Get the Nitty Gritty: Build Personal Grit to Propel Your Goals
Grit is more than a grain of sand—it’s a powerful state of mind that can help propel your dance career. In psychological terms, grit is “the combination of passion and persistence towards long-term goals that are personally meaningful,” says Dr. Imogen Aujla, a dance psychology researcher, coach and lecturer. Building your own wellspring of grit will help you ride out the inevitable ups and downs of the dance world and boost your chances of achieving your dreams.
In a study published in December 2021, Aujla and her colleagues examined grit and psychological well-being in freelance dancers, choreographers and teachers in the United Kingdom. Despite common career challenges like financial insecurity and intense competition for jobs, “the freelancers had relatively high levels of well-being,” Aujla says. For example, they appreciated contributing to their art form and enjoyed the day-to-day variety that enabled them to grow artistically.
They also rated themselves highly on eight grit-related questions. “To keep picking yourself up—going for things again and again—requires really high levels of grit,” says Aujla. In fact, the study showed that early-career professionals tend to have more grit than established artists do. This may be because later in your career, “you’re in a much more comfortable position,” says Aujla. “You can afford to relax a little bit and not have quite so much persistence.”
Aujla suspects that responses would be similar for freelancers in the United States. Even for dancers with company contracts, the internal competition for roles can be fierce, and contract renewals are not guaranteed. “You probably still need a large amount of that gritty stuff to stick at it,” she says.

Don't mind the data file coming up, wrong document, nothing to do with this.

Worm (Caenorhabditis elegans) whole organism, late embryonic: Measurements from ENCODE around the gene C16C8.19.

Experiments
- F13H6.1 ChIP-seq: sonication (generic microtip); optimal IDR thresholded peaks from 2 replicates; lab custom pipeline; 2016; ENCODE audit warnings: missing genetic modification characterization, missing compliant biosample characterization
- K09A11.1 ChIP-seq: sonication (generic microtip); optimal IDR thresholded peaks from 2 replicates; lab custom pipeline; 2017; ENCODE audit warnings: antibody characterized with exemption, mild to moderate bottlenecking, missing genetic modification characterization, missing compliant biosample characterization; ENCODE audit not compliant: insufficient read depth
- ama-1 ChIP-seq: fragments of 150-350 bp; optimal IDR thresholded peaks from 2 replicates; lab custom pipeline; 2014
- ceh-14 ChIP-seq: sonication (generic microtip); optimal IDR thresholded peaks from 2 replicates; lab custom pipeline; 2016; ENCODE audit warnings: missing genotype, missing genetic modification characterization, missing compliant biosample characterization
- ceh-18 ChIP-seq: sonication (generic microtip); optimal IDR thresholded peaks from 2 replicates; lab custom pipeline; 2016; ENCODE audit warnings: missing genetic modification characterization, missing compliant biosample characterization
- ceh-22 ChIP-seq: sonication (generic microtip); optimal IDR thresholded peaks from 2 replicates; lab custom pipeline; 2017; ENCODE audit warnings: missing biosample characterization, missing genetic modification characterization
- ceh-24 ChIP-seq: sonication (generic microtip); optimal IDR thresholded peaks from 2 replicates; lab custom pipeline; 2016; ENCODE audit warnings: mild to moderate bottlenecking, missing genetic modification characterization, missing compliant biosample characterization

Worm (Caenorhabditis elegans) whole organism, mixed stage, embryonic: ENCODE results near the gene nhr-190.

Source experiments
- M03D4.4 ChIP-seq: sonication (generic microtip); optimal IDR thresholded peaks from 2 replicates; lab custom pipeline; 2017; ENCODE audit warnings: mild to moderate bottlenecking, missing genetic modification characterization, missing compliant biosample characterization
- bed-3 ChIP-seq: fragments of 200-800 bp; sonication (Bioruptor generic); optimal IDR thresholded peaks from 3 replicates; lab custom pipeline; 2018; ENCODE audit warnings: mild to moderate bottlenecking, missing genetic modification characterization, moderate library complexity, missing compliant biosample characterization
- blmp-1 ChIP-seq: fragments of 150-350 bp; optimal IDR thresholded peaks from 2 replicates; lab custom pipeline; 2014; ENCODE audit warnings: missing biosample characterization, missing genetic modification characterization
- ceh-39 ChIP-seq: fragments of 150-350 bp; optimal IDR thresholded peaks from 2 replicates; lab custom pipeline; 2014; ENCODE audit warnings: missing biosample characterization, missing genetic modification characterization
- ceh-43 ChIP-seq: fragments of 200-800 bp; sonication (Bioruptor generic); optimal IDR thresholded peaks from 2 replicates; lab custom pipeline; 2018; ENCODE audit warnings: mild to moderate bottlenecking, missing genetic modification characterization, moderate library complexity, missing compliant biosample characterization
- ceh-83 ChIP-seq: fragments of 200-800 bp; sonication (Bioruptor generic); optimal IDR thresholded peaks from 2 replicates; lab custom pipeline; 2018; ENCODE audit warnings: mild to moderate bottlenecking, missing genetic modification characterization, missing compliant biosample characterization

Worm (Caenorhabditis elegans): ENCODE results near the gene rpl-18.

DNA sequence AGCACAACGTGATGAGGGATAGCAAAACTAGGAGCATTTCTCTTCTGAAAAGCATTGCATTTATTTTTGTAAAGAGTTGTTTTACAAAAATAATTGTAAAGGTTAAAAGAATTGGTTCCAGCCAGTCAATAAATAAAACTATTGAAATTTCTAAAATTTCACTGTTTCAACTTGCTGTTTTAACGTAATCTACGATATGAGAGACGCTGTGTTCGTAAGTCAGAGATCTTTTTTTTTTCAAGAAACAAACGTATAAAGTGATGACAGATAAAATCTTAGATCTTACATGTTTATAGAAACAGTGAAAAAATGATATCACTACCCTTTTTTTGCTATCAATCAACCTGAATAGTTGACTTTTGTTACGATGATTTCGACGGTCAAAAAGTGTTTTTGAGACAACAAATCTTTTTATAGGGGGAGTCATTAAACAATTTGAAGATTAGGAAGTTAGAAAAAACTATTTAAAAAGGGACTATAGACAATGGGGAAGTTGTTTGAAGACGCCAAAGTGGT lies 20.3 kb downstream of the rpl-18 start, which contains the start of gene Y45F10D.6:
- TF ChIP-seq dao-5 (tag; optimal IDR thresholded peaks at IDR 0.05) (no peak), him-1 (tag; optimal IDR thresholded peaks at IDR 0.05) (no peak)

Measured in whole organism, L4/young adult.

So how do you get “that gritty stuff”? You probably already have more than you realize—you show up at the studio when you’d rather be in bed, you rehearse that tricky combo until you nail it—and you can build on it with these suggestions from Aujla.
Pursue SMART Goals
Turn big ambitions into SMART goals: Specific, Measurable, Achievable, Relevant and Time-Bound. For example, if your goal is to do a grand jeté with your legs at 180 degrees by November 1, break that down into SMART goals, such as improving your leg flexibility and strength. Those smaller wins will help you recognize the progress you’re making along the way.
Strengthen Your Mental Toolbox
Learn to cope with setbacks, manage anxiety and nurture optimism. “As with physical skills, mental skills need to be practiced,” says Aujla. For example, if piqué turns make you feel like screaming, visualize that you’re in a helicopter, looking down over yourself—and everyone else who may also be struggling. A broader perspective reminds you that you’re not alone, which helps reduce anxiety and boost determination. Try journaling, mantras and affirmations, or try online resources like the courses, coaching and writing on Aujla’s site, danceinmind.org.
Deal With Burnout
If you feel your passion for dance slipping, “it may well have to do with stress and burnout, rather than falling out of love with it,” Aujla says. A therapist or online resources can help you spot and address burnout—and sometimes just walking around the block, watching a funny video or chatting with a friend is enough to refresh your mindset.
Connect With Others
Aujla emphasizes the importance of connecting with your peers as collaborators rather than competitors. Also, “a mentor can offer guidance and support,” she says. If you admire a particular choreographer or dancer, consider approaching them with a specific question. Think about what you could you learn from them, and how.
Seek Your Own Solutions
Try addressing smaller issues before asking others for guidance. For example, if you want to master triple pirouettes, start by searching for tips and practicing on your own, and then follow up with your teacher, dance captain or artistic director. Ultimately, “solving problems may well involve others,” Aujla says, but by meeting challenges yourself, you’ll be developing resilience and grit.